VII
About measures of assistance for restoration and construction of dwellings of collective farmers, workers and employees
1. Consider it an urgent task of the party and Soviet organizations of the Kursk, Oryol, Voronezh, Kalinin, Stalingrad, Rostov regions, Krasnodar and Stavropol regions to restore and build new residential buildings from local construction materials in villages, cities and working settlements liberated from the German occupation, in order to provide accommodation in habitable premises for collective farmers, workers, and employees currently living in dugouts and destroyed houses.
2. Oblige the Council of people's Commissars of the RSFSR and regional committees, regional committees of the CPSU (b) and regional Executive committees to ensure the construction and commissioning in 1943:



H
About the organization for children of soldiers of the red Army and partisans of the Patriotic war, as well as children of orphans whose parents died at the hands of the German occupiers - Suvorov military schools, special vocational schools, special orphanages and children's receivers-distributors
1. For the device, training and education of children of soldiers of the red Army, partisans of the Patriotic war, as well as children of Soviet and party workers, workers and collective farmers who died at the hands of the German occupiers, to organize in the Krasnodar and Stavropol territories, Rostov, Stalingrad, Voroshilovgrad, Voronezh, Kharkiv, Kursk, Oryol, Smolensk and Kalinin regions:
a) nine Suvorov military schools, such as the old cadet corps, 500 people each, a total of 4500 people with a training period of 7 years, with a closed boarding school for pupils;
b) twenty-three special vocational schools of 400 people each, a total of 9,200 people with a 4-year training period; of these, 12 schools for boys and 11 for girls;
C) special children's homes with a total of 16,300 children and children's homes for 1,750 children;
d) twenty-nine children's receivers-distributors for 2 thousand people.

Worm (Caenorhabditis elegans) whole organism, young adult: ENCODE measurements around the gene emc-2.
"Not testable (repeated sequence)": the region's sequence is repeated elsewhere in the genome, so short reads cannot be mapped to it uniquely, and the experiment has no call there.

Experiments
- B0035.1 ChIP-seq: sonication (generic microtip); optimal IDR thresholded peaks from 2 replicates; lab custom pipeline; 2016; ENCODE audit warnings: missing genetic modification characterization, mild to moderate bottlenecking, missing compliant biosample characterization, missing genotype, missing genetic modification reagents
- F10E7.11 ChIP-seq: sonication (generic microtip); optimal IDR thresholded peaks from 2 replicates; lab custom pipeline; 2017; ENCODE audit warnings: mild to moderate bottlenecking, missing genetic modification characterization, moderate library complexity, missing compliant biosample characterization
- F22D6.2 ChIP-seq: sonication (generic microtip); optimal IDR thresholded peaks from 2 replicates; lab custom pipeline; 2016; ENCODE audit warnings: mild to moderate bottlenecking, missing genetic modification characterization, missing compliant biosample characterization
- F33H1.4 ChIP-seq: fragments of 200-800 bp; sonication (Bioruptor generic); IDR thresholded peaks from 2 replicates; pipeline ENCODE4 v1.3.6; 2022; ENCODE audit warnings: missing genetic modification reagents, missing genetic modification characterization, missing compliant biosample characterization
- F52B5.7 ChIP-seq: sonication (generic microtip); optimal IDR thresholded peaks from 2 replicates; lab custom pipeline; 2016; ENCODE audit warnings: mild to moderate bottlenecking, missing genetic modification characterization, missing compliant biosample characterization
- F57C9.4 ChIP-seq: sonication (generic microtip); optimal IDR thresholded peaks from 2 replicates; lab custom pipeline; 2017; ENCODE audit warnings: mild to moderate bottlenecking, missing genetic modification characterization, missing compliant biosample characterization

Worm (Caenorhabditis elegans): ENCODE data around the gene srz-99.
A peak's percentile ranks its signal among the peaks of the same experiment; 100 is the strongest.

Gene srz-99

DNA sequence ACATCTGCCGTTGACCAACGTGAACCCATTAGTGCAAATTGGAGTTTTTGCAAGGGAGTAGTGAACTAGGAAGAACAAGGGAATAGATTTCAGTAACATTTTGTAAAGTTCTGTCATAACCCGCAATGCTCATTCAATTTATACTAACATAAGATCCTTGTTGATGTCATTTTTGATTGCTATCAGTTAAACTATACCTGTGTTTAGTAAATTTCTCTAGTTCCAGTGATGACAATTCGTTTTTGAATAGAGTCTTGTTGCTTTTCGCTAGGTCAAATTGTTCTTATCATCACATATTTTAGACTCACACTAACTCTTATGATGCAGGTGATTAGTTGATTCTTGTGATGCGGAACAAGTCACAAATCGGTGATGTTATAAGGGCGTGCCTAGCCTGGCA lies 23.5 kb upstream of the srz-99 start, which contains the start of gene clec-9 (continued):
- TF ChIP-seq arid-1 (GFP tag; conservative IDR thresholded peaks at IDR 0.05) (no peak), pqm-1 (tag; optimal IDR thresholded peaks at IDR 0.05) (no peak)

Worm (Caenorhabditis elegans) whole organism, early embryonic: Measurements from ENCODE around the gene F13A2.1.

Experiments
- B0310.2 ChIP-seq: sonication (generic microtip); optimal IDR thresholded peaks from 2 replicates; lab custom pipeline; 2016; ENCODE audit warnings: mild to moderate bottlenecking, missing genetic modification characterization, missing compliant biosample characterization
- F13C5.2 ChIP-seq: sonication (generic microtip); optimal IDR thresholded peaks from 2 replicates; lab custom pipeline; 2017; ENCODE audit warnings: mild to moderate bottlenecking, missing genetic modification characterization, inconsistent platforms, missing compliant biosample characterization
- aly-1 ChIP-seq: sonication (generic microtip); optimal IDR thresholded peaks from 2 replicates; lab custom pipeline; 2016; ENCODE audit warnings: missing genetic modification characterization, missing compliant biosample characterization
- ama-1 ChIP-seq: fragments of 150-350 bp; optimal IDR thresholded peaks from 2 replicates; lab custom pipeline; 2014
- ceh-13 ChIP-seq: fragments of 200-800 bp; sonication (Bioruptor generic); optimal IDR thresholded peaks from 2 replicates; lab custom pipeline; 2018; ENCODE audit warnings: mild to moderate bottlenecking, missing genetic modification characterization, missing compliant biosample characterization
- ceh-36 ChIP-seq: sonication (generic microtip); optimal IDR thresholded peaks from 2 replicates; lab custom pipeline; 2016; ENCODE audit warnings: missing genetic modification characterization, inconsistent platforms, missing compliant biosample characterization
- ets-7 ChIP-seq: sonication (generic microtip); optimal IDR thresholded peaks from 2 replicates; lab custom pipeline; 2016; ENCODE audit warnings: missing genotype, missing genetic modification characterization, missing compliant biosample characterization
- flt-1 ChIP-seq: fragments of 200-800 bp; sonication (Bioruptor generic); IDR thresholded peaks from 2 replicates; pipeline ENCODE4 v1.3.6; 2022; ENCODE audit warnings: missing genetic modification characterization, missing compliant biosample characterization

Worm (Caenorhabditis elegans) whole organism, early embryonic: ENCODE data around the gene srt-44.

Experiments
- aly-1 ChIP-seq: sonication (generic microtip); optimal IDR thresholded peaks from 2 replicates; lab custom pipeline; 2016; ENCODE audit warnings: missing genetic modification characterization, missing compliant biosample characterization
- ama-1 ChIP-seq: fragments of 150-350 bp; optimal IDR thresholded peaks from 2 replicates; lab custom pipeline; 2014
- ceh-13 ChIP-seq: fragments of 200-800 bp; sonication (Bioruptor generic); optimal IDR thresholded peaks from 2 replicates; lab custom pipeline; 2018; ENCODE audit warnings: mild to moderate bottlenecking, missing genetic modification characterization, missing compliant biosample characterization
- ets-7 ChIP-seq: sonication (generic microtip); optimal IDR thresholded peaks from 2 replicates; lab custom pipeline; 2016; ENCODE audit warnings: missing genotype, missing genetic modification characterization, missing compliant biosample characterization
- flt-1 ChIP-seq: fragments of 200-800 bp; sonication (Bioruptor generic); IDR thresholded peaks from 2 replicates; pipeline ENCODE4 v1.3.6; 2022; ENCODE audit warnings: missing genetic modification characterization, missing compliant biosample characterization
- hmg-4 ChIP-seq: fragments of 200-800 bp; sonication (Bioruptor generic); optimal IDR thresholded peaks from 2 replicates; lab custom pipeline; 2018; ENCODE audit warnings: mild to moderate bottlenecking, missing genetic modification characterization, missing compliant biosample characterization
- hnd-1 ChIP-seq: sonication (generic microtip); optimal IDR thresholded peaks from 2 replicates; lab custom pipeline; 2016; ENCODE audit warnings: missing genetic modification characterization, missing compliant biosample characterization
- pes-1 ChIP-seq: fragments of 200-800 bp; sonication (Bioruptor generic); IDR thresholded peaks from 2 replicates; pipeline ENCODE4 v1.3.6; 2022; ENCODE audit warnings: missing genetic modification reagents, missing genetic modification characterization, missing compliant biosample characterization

The contents of all these institutions fully be attributed to the state, according to estimates of NGOs, Public administration of labour reserves, Narkomprosa SFSR and the USSR, the NKVD and people's Commissariat of the USSR.



Special children's homes
1. Oblige the people's Commissars Of the RSFSR and the Ukrainian SSR to organize special children's homes with a contingent of pupils in the total number of 300 people, including 13.100 people in the RSFSR –

Establish that special children's homes accept children of preschool and school age from 3 to 13 years (boys and girls)
Assign the NKVD of the USSR daily control over the organization of special children's homes and their work. Instruct the NKVD of the USSR to appoint representatives of the NKVD of the USSR for the regions, assigning them the duty to ensure the organization of special children's homes in the prescribed time, control over their work and take measures to provide daily assistance to special children's homes.


Instruct the Committee under the SNK of the USSR to restore the economy in areas liberated from the German occupation, consisting of T. T.: Malenkov G. M.-Chairman of the Committee, Beria P. P., Mikoyan A. I., Voznesensky N. A. and Andreev A. A.-management of the restoration of the economy in areas liberated from the German occupation, and control over the implementation of Government decisions related to these areas.

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Re: The State of the OstHeer - May 1942

Post by Terry Duncan » 05 Feb 2020 16:49

Yuri wrote: